An excerpt from Part II of Jeremy Grantham's latest quarterly letter with some commentary to follow:
-On a regular time horizon, I would continue to overweight quality stocks, which may well be on a roll. They are not priced to make a fortune, but they are priced to give approximately 4.5% to 5% real return, which I think is acceptable for low-risk assets. They have also delivered dependable downside – risk off – relative performance for several years, which is a characteristic generally in short supply.
Grantham's Quarterly Letter - Danger: Children At Play
Grantham and his team think that the S&P 500 is worth no more than 950.
Whether the S&P 500 is worth 950 or not there seem to be plenty of shares in individual businesses selling at a discount to value.
Most of them are, in fact, large and of the high quality variety.
Things like Berkshire Hathaway (BRKa), Pepsi (PEP), Johnson & Johnson (JNJ) along with large cap tech stocks like Microsoft (MSFT), among many others, are not at all expensive.
It almost seems routine now to see quality businesses selling at low teens or even single digit multiples of earnings. Yet, you only have to look back ten years or so to know the situation is far from routine.
A decade ago many of these businesses were selling anywhere from somewhat to massively overvalued.
The fact is most of these have been cheap for quite a while and most continue to get cheaper. That may seem like a bad thing (dead money or worse) but as a long-term holder of shares it's usually beneficial if the shares remain low or better yet, get cheaper, in the short-to-intermediate run:
1) It allows more shares of a good business to be accumulated by an investor over time at a fair or better price via dividend reinvestment or as new sources of cash become available.
2) Management can use the company's own free cash flow generation to buy more of the shares over time, whenever they are selling below intrinsic value, to the benefit of long-term holders of the stock.
The market weighing machine will in the long run reflect the cumulative effects of the buybacks and each businesses core economics on a per share basis.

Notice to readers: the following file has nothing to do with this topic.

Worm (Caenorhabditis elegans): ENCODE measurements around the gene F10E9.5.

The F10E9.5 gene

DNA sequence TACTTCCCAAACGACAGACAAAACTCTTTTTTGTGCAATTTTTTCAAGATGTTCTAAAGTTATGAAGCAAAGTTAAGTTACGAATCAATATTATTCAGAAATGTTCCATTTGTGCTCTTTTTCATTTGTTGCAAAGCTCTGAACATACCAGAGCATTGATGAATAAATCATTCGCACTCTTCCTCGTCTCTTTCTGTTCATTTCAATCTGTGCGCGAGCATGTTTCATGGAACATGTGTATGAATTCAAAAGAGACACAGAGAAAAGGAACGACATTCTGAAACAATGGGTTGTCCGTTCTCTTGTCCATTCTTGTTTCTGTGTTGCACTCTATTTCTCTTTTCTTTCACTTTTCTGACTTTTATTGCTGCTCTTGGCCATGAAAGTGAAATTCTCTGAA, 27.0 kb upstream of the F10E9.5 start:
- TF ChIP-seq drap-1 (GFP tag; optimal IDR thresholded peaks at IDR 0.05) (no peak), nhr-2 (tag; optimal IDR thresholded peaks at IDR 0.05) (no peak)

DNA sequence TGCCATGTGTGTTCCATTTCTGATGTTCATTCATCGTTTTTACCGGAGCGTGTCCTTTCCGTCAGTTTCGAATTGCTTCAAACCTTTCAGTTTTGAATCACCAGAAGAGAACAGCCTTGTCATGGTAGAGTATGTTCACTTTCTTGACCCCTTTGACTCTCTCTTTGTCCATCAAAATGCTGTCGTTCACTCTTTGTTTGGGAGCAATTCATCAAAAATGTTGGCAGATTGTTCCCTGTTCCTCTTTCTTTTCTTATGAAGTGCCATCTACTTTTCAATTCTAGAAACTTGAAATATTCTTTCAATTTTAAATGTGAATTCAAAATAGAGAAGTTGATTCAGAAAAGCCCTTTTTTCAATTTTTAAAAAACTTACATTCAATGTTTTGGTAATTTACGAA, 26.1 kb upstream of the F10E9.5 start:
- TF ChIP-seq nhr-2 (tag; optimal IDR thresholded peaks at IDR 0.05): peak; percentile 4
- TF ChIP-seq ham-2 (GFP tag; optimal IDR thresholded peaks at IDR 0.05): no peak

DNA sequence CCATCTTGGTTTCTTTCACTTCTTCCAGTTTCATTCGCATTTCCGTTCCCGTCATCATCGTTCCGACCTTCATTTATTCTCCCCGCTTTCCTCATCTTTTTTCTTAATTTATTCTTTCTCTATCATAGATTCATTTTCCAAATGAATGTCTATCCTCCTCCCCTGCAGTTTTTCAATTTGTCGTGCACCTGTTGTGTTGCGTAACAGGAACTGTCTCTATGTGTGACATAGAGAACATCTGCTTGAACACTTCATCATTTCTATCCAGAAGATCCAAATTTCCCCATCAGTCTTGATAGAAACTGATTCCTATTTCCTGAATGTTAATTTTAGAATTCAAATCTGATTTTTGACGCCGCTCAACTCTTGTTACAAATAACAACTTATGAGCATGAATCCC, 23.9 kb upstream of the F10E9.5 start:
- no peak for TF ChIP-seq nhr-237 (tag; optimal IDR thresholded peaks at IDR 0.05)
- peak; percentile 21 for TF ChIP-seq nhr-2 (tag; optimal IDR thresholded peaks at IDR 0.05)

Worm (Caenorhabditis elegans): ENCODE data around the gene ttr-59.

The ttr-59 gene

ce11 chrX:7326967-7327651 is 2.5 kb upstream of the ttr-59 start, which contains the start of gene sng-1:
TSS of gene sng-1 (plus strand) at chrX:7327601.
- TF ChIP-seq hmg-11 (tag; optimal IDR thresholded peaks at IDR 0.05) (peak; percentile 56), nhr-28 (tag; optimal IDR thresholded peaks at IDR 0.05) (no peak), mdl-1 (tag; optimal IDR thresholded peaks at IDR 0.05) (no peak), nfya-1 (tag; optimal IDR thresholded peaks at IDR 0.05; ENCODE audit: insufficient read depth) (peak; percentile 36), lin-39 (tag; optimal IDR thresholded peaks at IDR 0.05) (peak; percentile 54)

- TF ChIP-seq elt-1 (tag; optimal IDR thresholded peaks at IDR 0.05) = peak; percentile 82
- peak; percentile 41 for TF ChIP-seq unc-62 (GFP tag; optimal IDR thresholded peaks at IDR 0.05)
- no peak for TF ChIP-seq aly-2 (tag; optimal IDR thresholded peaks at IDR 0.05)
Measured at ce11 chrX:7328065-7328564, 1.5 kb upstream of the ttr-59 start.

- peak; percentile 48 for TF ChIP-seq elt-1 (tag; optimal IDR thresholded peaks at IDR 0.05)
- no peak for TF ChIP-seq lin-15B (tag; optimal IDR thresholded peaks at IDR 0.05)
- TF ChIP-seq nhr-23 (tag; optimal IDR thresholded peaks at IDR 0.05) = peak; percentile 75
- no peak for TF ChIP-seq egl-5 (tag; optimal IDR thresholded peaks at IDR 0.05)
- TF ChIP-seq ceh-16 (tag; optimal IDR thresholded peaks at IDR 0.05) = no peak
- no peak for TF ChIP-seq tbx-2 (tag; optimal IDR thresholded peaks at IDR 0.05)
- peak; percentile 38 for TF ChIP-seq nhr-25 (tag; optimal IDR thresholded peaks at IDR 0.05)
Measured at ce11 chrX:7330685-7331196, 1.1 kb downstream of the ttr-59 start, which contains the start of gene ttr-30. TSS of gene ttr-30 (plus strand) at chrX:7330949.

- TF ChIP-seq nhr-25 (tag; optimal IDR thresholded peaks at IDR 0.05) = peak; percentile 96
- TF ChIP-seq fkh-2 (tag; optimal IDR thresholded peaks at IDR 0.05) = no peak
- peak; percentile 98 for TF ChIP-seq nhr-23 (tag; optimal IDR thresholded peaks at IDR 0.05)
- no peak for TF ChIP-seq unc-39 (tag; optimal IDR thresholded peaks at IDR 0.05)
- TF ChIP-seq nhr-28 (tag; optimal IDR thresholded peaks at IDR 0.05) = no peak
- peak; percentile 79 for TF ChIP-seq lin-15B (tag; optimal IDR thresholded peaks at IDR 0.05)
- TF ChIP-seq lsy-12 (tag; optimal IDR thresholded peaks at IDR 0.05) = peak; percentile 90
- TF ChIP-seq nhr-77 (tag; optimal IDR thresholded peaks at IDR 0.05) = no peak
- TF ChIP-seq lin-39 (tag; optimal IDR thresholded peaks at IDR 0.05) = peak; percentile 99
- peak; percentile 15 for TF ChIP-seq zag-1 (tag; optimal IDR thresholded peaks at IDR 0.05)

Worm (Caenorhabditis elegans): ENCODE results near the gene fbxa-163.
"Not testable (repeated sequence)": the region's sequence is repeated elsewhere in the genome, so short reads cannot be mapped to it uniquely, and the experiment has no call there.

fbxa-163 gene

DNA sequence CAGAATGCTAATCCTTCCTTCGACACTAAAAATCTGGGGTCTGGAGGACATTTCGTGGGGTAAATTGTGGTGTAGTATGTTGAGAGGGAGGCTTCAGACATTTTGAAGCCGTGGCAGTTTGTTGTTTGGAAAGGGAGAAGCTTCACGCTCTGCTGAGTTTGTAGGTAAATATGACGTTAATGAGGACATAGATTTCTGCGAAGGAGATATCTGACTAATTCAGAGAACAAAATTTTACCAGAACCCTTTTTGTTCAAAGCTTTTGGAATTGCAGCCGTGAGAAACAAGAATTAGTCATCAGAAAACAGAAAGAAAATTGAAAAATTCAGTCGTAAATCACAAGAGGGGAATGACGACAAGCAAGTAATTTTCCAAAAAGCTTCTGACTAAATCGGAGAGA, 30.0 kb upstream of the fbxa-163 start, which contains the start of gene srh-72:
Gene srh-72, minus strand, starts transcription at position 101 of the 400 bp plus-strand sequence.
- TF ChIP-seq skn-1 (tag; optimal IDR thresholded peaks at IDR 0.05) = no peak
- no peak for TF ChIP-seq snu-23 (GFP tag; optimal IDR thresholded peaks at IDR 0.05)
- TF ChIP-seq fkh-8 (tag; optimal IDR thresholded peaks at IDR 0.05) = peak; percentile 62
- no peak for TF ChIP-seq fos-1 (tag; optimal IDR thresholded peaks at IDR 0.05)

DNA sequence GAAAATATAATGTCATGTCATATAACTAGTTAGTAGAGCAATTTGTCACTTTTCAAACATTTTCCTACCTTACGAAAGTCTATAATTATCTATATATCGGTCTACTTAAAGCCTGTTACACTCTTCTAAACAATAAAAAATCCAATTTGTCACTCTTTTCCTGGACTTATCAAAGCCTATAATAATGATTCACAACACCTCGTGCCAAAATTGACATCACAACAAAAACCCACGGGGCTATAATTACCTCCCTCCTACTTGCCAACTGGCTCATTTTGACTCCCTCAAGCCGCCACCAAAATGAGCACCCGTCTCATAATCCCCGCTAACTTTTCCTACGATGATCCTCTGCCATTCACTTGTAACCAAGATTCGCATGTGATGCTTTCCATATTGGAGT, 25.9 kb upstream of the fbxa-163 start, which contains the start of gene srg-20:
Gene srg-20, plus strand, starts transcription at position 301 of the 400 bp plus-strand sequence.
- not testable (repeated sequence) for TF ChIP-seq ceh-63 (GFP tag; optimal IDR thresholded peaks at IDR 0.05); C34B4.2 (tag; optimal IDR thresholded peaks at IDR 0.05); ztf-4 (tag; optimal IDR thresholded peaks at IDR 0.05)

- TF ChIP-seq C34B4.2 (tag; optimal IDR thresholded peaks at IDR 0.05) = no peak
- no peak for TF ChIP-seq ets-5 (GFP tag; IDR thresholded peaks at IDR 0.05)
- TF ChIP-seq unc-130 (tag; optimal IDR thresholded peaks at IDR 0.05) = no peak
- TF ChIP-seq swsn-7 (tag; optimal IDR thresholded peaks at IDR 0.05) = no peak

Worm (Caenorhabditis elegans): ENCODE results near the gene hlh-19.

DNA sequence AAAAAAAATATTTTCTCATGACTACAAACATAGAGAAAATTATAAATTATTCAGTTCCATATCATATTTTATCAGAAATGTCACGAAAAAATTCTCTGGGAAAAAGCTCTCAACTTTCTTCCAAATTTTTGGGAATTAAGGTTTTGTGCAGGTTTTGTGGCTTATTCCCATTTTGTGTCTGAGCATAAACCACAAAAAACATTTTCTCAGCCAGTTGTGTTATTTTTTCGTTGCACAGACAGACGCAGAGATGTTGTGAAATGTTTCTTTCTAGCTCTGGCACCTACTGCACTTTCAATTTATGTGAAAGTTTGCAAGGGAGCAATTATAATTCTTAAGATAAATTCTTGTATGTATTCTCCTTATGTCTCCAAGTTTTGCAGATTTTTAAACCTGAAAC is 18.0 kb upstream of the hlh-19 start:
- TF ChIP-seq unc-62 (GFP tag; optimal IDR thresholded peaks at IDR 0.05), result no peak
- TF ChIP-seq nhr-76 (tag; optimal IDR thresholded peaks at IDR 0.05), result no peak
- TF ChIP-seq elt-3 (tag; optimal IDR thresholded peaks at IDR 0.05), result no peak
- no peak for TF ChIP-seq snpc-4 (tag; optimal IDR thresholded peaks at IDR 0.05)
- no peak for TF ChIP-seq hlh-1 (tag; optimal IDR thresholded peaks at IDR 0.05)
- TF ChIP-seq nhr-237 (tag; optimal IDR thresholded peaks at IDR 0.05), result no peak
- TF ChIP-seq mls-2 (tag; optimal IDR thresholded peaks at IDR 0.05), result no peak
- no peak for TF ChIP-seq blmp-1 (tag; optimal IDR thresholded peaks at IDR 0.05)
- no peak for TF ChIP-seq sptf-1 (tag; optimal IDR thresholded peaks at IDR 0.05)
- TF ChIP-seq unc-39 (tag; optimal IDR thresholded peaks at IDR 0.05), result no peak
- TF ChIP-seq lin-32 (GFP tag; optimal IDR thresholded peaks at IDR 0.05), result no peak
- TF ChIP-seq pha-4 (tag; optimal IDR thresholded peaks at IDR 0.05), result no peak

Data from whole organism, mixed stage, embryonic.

So, as long as the favorable economics of these businesses remain in tact, hopefully prices remain low or even decline from here. With long-term returns as the focus that's precisely what investors should want.
Whether those favorable economics remains in tact is something far from certain that must be evaluated on a regular basis (especially for any technology business).
Now, I realize this approach flies in the face of the hyperactive trading ethos that is so popular these days. I'm sure there is one heck of an adrenaline rush for those involved in the trading game.
Those in the business of attempting to make a quick buck on a well timed trade will likely find the above somewhere between useless and uninteresting.
Yet, even if admittedly less exciting, it works when applied with discipline and sound judgment. I'll take the highest possible risk-adjusted forward rate of return in lieu of the adrenaline rush.
Defensive Stocks Revisited - March 2011
KO and JNJ: Defensive Stocks? - January 2011
Altria Outperforms...Again - October 2010
Grantham on Quality Stocks Revisited - July 2010
Friends & Romans - May 2010
Grantham on Quality Stocks - November 2009
Best Performing Mutual Funds - 20 Years - May 2009
Staples vs Cyclicals - April 2009
Best and Worst Performing DJIA Stock - April 2009
Defensive Stocks? - April 2009
Long BRKb, PEP, JNJ, and MSFT
* From the Grantham letter: The forecast provided above is based on the reasonable beliefs of GMO and is not a guarantee of future performance. Actual results may differ materially.
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